Multiphonics CV-2 Manual

Version 2.2.0

Micro Filters (µAP, µNotch, µBP, µHP & µLP)

  1. Cutoff Knob Sets the filter’s cutoff frequency.
  2. FM Input Linear audio-rate FM modulation input, with FM depth knob.
  3. Q Knob Sets the quality factor, or resonance.
  4. Filter Order Selector 1, 2 or 4 for low-pass, high-pass and all-pass (6, 12 or 24 dB/oct slope), 2 or 4 for band-pass and notch (6 and 12 dB/oct slope)
  5. Trim Knob Output level adjustment.
  6. Inputs Signal to be filtered (stereo).
  7. Outputs Filtered signal (stereo).


The micro (µ) filter collection covers all filtering needs with low-footprint panels and a straightforward feature set.

While the State Variable Filter and the Ladder Filter modules have a warm and musical saturation and provide creative tone shaping controls, the micro filters were designed for accuracy and transparency. They are ideal utility filters that can cleanly handle up to 100V peak-to-peak signals internally. Unlike the aformentioned filters, they don’t self-oscillate even with a high Q factor.

The micro filters have two channels, so they can easily be used in stereo patches. The two channels share the same settings. For mono signals, use the left input and output jacks.

All micro filters share the same features, except for the filter order selector:

  • The band-pass (µBP) and notch (µNotch) filters are available in second- and fourth-order topologies, as indicated by the 2 and 4 LEDs. The second-order filters have a slope of 6 dB/oct on either side of the cutoff frequency, while the fourth-order filters have a slope of 12 dB/oct. Click on the push-button to switch between the two topologies.

  • The low-pass (µLP) and high-pass (µHP) filters are available in first-, second- and fourth-order topologies. The first-order filters have a slope of 6 dB/oct, the second-order filters have a slope of 12 dB/oct and the fourth-order filters have a slope of 24 dB/oct. Click on the push-button to switch between the three topologies.

  • The all-pass (µAP) filter is available in first-, second- and fourth-order topologies. The filter order changes the amount and the steepness of the phase shift around the cutoff frequency.

The Q knob has no effect on first-order filters.

Implementation detail: the fourth-order filters are implemented by cascading two second-order filters.

Filter Types

µLP: Low-pass Filter

The low-pass filter attenuates frequencies above its cutoff frequency.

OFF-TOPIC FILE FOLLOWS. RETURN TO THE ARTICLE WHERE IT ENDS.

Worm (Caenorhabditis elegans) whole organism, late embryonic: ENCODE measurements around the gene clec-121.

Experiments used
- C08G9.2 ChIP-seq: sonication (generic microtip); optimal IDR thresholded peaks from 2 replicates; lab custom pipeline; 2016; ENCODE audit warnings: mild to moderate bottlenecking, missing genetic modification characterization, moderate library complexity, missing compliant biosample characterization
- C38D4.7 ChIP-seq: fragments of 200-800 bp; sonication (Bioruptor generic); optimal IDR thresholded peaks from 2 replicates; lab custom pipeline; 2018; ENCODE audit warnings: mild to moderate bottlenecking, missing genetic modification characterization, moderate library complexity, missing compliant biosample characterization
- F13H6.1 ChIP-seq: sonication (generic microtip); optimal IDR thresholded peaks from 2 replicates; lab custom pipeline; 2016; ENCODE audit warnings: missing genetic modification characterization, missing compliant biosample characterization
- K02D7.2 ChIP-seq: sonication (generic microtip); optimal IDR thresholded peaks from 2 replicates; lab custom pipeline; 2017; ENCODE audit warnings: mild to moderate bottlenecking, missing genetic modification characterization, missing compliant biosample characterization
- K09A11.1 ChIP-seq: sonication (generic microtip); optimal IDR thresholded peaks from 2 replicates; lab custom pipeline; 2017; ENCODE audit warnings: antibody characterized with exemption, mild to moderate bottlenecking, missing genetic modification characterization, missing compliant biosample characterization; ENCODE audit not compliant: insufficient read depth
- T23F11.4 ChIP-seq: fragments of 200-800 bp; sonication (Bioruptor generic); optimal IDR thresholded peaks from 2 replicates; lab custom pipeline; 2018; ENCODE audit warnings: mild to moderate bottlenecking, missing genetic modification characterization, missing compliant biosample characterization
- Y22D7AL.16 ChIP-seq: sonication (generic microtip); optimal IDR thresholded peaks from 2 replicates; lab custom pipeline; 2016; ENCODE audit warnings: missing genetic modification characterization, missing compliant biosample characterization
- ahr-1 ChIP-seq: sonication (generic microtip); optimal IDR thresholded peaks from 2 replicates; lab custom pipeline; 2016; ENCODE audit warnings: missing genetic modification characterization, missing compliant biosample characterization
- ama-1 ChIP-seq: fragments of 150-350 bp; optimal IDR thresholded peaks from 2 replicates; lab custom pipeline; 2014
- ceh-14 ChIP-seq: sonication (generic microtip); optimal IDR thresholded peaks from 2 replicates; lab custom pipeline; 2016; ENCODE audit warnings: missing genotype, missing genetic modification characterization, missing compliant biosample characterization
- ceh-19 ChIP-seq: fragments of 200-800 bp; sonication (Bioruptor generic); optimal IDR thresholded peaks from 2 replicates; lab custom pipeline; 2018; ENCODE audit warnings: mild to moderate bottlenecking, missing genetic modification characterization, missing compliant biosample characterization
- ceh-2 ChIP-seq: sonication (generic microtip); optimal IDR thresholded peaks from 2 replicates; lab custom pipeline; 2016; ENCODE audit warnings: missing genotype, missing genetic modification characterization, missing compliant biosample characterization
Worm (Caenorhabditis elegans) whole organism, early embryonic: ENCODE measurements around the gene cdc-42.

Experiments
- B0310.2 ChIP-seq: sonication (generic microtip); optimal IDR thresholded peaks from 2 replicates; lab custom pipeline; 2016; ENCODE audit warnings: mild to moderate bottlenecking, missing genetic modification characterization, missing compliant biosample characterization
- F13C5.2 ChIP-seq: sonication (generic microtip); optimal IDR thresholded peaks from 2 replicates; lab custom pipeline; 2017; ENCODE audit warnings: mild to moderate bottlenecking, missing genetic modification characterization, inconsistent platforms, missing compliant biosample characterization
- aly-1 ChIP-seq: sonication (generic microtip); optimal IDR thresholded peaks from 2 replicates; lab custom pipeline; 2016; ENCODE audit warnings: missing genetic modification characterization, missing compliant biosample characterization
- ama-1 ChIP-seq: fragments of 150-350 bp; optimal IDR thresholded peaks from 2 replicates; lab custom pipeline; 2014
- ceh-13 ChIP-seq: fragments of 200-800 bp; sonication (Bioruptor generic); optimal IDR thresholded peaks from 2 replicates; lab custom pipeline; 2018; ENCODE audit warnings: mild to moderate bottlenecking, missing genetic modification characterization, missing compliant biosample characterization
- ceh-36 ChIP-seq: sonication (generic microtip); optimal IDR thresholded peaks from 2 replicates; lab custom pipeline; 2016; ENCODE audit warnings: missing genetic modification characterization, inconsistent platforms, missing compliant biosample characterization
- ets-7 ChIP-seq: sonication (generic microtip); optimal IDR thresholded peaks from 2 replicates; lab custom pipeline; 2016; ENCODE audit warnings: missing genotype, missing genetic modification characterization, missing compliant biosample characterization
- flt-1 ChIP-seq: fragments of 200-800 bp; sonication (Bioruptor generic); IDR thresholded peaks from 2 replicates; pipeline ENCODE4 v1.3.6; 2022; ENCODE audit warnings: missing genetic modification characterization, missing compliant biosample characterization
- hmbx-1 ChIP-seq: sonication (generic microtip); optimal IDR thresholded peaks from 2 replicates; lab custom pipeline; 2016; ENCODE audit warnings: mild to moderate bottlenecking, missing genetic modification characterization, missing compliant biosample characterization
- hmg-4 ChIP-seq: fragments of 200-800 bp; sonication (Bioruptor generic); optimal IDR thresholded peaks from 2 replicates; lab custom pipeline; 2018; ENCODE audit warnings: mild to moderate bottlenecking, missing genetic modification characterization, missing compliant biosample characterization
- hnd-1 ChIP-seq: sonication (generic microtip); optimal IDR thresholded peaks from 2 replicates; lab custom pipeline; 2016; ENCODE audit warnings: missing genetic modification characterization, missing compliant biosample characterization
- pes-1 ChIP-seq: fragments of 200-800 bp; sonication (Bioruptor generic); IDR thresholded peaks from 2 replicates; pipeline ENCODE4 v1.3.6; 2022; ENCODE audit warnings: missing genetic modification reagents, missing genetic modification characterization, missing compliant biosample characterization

Low-pass filters are the main tone-shaping filters in most analog synthesizers.

First-order low-pass filter Second-order low-pass filter Fourth-order low-pass filter

µHP: High-pass Filter

The high-pass filter attenuates frequencies below its cutoff frequency.

High-pass filters are often used to remove lower frequencies from a signal to reduce low-end rumble and increase headroom for higher frequencies. When used like this, it is often called a low-cut filter. A high-pass filter set below 20 Hz is perfect for removing the DC component that can be introduced by rectification or by some waveshaping modules like the Saturator with high bias.

First-order high-pass filter Second-order high-pass filter Fourth-order high-pass filter

µBP: Band-pass Filter

The band-pass filter attenuates frequencies both above and below its cutoff frequency.

Sweeping a band-pass filter creates a wah-wah effect.

Second-order band-pass filter Fourth-order band-pass filter

µNotch: Notch Filter

The notch filter is the opposite of the band-pass filter: it cuts the signal at its cutoff frequency, while frequencies above and below get gradually louder, thus creating a V-shaped notch in the signal’s frequency content.

The Q control is counter-intuitive on notch filters. Usually, increasing the Q creates a very obvious emphasis at the cutoff frequency and adds more character to the filter. For notch filters, increasing the Q makes the frequency notch thinner, so the effect of the filter becomes more subtle.

Sweeping a notch filter creates a nice effect similar to a phaser.

Second-order notch filter Fourth-order notch filter

µAP: All-pass Filter

The all-pass filter lets all frequencies pass through at their original volume. This may sound completely useless, and it will probably be if you simply plop it at a random point in a signal path and never touch it. However, the all-pass filter introduces a phase shift centered around the cutoff frequency.

Modulating the cutoff frequency will introduce a vibrato effect for the frequencies around it. This can be used as a building block for a phaser effect.

DSP geeks can use the all-pass filter in mid/side or parallel processing to compensate for phase shifts introduced by other filters running in parallel.

First-order all-pass filter Second-order all-pass filter Fourth-order all-pass filter


There are no shelving or peaking equalizer filters in the micro filter collection, but the EQ Filter module fills this role with the same design philosophy.


The FM input expects a ±5V signal. When the FM amount knob is set to 100% (fully clockwise):

  • a 0V input applies no modulation,
  • a -5V input takes the cutoff frequency down to 0 Hz (frozen output);
  • a +5V input doubles the cutoff frequency.

Filter FM sounds better when the Q is above 1, and becomes alive when an envelope or LFO is used to sweep the cutoff frequency.

Implementation detail: when the cutoff frequency is above 11 kHz, the maximum FM depth is gradually lowered to prevent it from going beyond 22 kHz.

Preparing your download…
This can take up to a minute.